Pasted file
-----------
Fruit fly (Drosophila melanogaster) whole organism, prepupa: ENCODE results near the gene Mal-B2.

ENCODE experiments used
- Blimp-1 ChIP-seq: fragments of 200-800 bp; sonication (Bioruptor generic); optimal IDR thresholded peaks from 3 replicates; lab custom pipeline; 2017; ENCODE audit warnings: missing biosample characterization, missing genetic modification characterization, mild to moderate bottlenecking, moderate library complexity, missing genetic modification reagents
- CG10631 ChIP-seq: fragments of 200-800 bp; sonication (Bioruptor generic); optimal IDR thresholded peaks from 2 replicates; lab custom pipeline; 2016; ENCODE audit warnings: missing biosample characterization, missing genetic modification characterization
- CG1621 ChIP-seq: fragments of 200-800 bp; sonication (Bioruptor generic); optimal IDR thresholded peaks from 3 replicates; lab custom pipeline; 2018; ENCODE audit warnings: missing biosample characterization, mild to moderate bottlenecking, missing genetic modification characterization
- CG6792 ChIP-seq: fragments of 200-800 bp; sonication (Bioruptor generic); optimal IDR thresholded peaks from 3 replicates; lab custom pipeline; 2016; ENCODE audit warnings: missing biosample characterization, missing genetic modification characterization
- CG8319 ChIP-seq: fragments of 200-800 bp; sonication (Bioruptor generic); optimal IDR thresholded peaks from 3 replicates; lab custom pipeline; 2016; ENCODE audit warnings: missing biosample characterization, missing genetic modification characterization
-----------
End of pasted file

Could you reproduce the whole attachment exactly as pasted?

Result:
Fruit fly (Drosophila melanogaster) whole organism, prepupa: ENCODE results near the gene Mal-B2.

ENCODE experiments used
- Blimp-1 ChIP-seq: fragments of 200-800 bp; sonication (Bioruptor generic); optimal IDR thresholded peaks from 3 replicates; lab custom pipeline; 2017; ENCODE audit warnings: missing biosample characterization, missing genetic modification characterization, mild to moderate bottlenecking, moderate library complexity, missing genetic modification reagents
- CG10631 ChIP-seq: fragments of 200-800 bp; sonication (Bioruptor generic); optimal IDR thresholded peaks from 2 replicates; lab custom pipeline; 2016; ENCODE audit warnings: missing biosample characterization, missing genetic modification characterization
- CG1621 ChIP-seq: fragments of 200-800 bp; sonication (Bioruptor generic); optimal IDR thresholded peaks from 3 replicates; lab custom pipeline; 2018; ENCODE audit warnings: missing biosample characterization, mild to moderate bottlenecking, missing genetic modification characterization
- CG6792 ChIP-seq: fragments of 200-800 bp; sonication (Bioruptor generic); optimal IDR thresholded peaks from 3 replicates; lab custom pipeline; 2016; ENCODE audit warnings: missing biosample characterization, missing genetic modification characterization
- CG8319 ChIP-seq: fragments of 200-800 bp; sonication (Bioruptor generic); optimal IDR thresholded peaks from 3 replicates; lab custom pipeline; 2016; ENCODE audit warnings: missing biosample characterization, missing genetic modification characterization